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Takeout from the NIST recommendations
Posted on 27 October, 2019 by Administrator
NIST organization published a guide whose primary target is to establish procedures for the management of a corporate data breach in document SP 800-184. Breaking the incident management into five stages; identify, protect, detect respond and recover, the guide separates each of its controls into categories to better facilitate implementation, mitigation, and recovery. Also provided within the guide, are two very detailed corporate data breach scenarios that highlight each of the points that the NIST.SP 800-184 lists. For the sake of writing this quick summary aforementioned examples have been omitted, but we urge you to check through the full document to get yourself familiar with the best industry standards. Finally, to allow the categories as well as their detailed controls to be easier to read, they have been summarized here, both more detailed as a numerically ordered list and more generally. The general summary for each category has been provided next to the header for which it is summarizing.
1. Determines what happened and when as well as who is involved and any recovery steps to be taken.
2. Corporate assets, responsible parties, and shareholders involved are defined.
3. Corporate, shareholder, legal and cyber interests are defined.
4. Legal, corporate and cyber risk regulations are defined.
5. Define the corporate cyber risk profile and risk tolerance
6. Define the nature of and the severity of the breach.
7. Determine the drive behind the breach as well as the number of assets affected.
8. Steps to be taken to remediate the breach are determined.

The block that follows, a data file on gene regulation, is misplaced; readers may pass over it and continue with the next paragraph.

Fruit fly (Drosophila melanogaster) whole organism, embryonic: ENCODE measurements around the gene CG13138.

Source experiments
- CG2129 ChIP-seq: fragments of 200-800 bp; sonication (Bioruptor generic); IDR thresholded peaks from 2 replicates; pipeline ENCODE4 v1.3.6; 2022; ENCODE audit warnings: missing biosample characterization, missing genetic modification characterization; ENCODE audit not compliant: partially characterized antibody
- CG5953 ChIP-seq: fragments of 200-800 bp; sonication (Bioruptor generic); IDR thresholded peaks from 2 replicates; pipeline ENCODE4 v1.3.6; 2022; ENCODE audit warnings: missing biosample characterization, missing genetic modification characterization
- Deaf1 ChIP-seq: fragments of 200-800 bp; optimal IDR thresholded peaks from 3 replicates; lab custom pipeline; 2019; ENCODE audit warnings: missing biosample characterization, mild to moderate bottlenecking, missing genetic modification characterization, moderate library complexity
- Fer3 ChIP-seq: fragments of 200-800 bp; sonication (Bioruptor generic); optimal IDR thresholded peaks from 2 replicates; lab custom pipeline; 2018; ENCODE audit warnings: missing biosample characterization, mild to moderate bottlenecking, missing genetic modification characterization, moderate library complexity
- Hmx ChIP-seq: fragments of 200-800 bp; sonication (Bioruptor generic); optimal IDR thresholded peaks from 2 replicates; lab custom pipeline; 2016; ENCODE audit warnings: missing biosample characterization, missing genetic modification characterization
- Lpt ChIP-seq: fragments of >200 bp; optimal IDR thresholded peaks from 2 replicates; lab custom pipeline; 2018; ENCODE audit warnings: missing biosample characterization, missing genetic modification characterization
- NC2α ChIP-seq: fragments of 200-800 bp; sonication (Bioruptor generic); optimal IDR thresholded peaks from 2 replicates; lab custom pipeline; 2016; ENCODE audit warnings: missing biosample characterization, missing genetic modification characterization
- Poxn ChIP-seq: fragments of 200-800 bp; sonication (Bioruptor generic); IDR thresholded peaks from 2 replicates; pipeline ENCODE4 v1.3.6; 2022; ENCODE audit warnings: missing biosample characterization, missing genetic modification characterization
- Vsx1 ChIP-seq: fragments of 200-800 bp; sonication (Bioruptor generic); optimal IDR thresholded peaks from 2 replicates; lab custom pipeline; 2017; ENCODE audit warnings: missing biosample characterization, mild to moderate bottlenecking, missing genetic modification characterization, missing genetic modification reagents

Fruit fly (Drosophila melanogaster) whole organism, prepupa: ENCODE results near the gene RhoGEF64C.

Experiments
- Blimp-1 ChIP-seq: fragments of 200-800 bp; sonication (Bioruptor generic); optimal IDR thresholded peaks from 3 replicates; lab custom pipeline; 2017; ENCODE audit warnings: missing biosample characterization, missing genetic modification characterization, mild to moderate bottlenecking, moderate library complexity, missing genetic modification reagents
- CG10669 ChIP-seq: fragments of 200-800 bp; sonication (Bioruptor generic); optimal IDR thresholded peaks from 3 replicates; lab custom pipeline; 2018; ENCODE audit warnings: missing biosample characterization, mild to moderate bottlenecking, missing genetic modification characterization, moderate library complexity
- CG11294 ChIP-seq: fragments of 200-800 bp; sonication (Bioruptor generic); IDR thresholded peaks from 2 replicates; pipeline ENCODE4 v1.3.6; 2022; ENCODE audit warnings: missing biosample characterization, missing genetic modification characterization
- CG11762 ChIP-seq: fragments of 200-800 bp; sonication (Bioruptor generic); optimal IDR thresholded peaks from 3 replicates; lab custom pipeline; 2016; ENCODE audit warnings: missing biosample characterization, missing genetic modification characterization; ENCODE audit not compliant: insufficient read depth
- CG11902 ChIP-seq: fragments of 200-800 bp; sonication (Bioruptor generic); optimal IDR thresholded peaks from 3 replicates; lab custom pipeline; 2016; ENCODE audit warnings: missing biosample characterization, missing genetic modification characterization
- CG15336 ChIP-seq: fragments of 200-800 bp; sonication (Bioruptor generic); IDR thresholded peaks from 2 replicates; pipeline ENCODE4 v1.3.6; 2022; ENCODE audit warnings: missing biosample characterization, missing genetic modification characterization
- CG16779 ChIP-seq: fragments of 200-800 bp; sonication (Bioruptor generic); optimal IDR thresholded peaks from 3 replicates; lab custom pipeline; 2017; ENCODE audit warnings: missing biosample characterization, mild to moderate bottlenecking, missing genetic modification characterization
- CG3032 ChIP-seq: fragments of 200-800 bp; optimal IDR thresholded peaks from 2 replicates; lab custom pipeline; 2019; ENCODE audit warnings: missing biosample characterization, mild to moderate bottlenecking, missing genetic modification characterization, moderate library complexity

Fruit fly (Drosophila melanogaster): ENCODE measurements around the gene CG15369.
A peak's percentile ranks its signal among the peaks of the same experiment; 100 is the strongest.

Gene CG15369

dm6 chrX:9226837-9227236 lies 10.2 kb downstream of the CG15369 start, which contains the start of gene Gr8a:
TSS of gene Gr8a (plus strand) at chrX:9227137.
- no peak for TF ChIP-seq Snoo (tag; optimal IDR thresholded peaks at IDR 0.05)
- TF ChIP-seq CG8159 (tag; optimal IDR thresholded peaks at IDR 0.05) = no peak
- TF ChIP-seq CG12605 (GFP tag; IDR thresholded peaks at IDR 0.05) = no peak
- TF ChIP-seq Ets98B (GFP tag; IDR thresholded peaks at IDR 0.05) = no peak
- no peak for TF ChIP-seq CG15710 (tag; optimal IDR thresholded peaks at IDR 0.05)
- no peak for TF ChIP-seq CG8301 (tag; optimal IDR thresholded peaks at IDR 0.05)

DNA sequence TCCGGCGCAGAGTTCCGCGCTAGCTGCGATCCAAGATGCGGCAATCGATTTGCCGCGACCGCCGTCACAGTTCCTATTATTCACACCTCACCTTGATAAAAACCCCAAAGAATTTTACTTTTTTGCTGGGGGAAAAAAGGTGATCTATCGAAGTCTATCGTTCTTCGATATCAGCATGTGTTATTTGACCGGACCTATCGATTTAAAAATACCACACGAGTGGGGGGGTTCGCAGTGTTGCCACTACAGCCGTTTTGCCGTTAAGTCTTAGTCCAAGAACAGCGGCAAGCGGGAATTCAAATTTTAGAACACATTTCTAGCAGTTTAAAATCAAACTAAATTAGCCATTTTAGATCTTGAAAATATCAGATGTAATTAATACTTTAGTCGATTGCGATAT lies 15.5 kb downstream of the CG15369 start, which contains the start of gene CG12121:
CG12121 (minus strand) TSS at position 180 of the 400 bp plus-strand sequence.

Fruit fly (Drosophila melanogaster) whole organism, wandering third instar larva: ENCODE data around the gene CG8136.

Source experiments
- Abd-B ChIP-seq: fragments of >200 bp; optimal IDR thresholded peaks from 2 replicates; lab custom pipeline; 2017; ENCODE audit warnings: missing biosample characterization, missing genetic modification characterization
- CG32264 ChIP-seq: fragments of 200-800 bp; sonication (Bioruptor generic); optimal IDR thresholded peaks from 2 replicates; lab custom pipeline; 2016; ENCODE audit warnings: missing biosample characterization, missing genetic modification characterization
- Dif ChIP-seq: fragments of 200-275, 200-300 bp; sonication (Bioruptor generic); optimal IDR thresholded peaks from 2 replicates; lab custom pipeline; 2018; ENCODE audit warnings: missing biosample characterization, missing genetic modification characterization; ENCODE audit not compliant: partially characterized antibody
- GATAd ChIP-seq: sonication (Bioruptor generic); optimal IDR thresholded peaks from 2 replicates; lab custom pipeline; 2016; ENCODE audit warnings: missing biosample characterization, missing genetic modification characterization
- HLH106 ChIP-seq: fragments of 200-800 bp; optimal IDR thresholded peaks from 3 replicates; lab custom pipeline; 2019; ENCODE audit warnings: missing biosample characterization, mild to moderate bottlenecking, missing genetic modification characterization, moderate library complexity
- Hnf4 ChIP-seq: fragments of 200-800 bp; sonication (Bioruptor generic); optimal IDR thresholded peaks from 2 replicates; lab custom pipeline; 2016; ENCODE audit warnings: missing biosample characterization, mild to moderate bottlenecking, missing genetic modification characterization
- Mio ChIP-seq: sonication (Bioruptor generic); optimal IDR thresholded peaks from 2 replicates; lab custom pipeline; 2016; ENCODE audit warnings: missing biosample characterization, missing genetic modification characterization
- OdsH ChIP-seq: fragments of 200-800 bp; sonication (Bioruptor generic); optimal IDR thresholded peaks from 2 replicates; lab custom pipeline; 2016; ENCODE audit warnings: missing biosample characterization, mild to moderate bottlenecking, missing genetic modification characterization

9. Debrief the necessary employees involved in the data breach as well as the recovery process. This includes any law enforcement that will be involved.
10. Inform necessary individuals.
11. The goal of this category is to stop the bleeding; determines and implements remediation solutions.
12. Implement recovery measures.
13. Conduct a baseline assessment of corporate hardware.
14. Backup data.
15. Implement recovery and response plans.
16. Minimize system downtime.
17. Document recovery measures taken.
18. Coordinate with necessary individuals.
19. Document any issues that inhibit a full recovery.
20. Harden corporate network security.
21. Ensures no further malicious activity is present.
22. Conduct a baseline for all network activity.
23. Determine the persistence of any malware or intruder activity within the network.
24. Continue monitoring networks for malicious activity.
25. Determine the scope of the breach as well as the extent of corporate systems effected.
26. Document changes and ensure all parties receive up to date information.
27. Measures for the restoration of the network are deployed.
28. Ensure all relevant employees, shareholders and law enforcement personnel have the same understanding regarding the steps taken and actions that will be implemented.
29. Ensure all parties involved are aware of actions that need to be implemented.
30. Document lessons learned as well as steps that will be implemented to prevent breaches in the future.
31. Implement recovery solutions, and make sure all corporate strategies, goals, and infrastructure is up to date and has been configured to prevent the same breach from occurring.
32. Implement recovery plans and ensure that all procedures are being implemented as documented.
33. Incorporate lessons learned into the recovery process to improve the security infrastructure.
34. Update corporate security strategies and goals.
Do not overlook this opportunity to get yourself a significant help in case of a Data Breach Event and familiarize yourself with the document, otherwise, as it states there:
"Without these root cause determination objectives being met during the investigation, the recovery procedure has a high chance of being ineffective or inefficient and the organization will incur an additional cost."
“Guide for Cybersecurity Event Recovery - NIST.” [Online].